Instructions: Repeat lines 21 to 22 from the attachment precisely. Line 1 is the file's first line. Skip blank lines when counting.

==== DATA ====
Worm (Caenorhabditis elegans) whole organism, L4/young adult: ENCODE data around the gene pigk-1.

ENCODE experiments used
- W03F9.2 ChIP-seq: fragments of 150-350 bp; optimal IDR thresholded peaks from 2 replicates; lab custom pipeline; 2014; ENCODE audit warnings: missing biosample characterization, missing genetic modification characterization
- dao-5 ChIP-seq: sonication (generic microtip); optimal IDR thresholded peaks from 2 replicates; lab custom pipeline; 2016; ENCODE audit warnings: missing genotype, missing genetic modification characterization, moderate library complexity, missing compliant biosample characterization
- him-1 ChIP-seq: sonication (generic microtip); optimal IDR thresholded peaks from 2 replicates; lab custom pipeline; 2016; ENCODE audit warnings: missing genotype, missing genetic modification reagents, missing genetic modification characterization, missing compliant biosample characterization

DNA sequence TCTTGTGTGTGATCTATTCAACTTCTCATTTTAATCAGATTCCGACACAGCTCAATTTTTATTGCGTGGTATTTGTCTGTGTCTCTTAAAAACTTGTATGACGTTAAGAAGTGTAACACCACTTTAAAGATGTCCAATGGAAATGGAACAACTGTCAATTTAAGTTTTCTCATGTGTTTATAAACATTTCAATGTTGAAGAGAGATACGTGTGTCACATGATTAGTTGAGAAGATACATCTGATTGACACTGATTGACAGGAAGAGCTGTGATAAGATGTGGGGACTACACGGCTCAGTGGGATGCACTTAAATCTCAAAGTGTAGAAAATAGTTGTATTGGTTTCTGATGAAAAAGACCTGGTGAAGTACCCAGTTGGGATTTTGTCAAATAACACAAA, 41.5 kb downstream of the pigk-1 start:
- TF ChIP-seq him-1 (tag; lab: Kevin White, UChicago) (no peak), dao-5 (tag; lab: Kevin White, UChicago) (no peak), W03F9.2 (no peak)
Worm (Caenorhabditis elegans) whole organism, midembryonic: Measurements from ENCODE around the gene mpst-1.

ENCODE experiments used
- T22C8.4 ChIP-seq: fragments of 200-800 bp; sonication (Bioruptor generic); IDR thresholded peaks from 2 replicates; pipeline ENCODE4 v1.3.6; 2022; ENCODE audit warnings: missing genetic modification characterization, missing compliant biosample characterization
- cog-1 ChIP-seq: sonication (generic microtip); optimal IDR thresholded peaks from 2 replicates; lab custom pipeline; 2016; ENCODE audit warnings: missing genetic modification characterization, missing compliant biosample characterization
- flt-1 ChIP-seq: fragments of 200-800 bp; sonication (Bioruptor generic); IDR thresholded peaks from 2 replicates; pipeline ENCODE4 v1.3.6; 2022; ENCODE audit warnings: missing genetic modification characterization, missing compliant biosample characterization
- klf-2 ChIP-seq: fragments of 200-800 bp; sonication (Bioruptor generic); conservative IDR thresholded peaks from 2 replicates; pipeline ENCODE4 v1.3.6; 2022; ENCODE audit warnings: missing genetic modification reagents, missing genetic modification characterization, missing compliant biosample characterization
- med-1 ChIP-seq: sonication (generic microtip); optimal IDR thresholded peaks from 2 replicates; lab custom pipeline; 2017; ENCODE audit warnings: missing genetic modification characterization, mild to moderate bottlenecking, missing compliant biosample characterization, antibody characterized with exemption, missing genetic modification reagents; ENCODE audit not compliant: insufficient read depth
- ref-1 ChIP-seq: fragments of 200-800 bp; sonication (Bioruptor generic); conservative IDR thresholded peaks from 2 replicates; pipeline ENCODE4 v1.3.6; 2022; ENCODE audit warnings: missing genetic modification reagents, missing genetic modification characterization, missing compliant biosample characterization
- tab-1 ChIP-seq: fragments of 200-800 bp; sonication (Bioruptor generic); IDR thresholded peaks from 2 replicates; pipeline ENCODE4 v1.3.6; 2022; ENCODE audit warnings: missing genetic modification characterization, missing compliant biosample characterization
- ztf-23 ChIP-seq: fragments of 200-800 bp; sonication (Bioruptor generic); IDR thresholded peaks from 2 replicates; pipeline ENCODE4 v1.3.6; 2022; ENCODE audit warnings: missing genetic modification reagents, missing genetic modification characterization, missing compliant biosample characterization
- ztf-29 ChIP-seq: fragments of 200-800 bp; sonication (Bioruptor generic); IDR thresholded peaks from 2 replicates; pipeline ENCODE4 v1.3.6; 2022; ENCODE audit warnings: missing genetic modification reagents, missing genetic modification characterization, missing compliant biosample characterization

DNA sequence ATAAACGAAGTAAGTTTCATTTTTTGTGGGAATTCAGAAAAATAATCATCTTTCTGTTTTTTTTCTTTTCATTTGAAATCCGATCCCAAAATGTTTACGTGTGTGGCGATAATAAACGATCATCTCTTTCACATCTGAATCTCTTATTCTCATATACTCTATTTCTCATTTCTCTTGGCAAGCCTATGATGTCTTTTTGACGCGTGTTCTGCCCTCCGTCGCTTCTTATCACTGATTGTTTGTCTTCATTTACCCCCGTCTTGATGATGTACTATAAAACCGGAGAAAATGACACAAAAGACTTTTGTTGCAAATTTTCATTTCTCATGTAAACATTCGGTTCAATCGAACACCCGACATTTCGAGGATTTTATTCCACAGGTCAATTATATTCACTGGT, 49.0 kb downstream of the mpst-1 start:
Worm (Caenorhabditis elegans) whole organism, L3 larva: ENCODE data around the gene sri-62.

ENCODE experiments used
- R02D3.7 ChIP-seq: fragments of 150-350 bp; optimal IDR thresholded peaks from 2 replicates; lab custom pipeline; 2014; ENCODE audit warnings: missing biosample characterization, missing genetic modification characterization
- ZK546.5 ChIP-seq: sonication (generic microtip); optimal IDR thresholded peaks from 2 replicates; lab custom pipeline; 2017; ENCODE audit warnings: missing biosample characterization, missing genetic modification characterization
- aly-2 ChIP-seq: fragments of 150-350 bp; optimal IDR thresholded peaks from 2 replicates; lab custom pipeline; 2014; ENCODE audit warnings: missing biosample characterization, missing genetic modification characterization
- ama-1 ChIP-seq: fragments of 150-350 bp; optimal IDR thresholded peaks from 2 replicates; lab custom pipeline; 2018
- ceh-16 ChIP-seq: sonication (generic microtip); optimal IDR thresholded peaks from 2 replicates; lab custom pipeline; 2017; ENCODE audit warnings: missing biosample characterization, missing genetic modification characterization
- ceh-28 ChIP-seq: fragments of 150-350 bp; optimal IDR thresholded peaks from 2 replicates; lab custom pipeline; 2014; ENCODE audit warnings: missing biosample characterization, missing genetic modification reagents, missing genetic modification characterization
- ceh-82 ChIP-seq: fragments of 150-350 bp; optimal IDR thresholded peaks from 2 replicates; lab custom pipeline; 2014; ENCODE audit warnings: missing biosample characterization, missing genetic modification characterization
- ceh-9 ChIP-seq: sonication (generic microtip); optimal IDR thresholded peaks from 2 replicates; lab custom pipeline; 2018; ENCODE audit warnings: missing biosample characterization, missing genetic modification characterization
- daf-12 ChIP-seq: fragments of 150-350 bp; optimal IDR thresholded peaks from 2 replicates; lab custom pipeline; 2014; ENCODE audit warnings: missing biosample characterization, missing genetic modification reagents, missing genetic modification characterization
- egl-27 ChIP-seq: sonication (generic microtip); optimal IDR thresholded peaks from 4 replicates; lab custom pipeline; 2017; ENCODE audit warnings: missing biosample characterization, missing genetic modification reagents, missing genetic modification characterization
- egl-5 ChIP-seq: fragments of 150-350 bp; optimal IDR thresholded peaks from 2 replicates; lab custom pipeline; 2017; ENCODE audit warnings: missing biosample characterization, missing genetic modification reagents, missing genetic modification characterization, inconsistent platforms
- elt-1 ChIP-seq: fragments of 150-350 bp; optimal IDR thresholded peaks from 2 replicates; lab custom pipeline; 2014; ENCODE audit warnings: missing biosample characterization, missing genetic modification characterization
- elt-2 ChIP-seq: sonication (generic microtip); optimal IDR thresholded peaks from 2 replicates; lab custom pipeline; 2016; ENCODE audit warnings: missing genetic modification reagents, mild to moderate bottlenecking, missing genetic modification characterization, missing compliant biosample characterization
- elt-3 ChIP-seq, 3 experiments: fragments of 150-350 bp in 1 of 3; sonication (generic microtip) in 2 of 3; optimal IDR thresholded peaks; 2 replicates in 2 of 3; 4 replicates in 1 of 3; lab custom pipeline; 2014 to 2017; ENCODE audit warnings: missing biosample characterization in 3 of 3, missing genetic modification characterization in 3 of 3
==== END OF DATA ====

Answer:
ENCODE experiments used
- R02D3.7 ChIP-seq: fragments of 150-350 bp; optimal IDR thresholded peaks from 2 replicates; lab custom pipeline; 2014; ENCODE audit warnings: missing biosample characterization, missing genetic modification characterization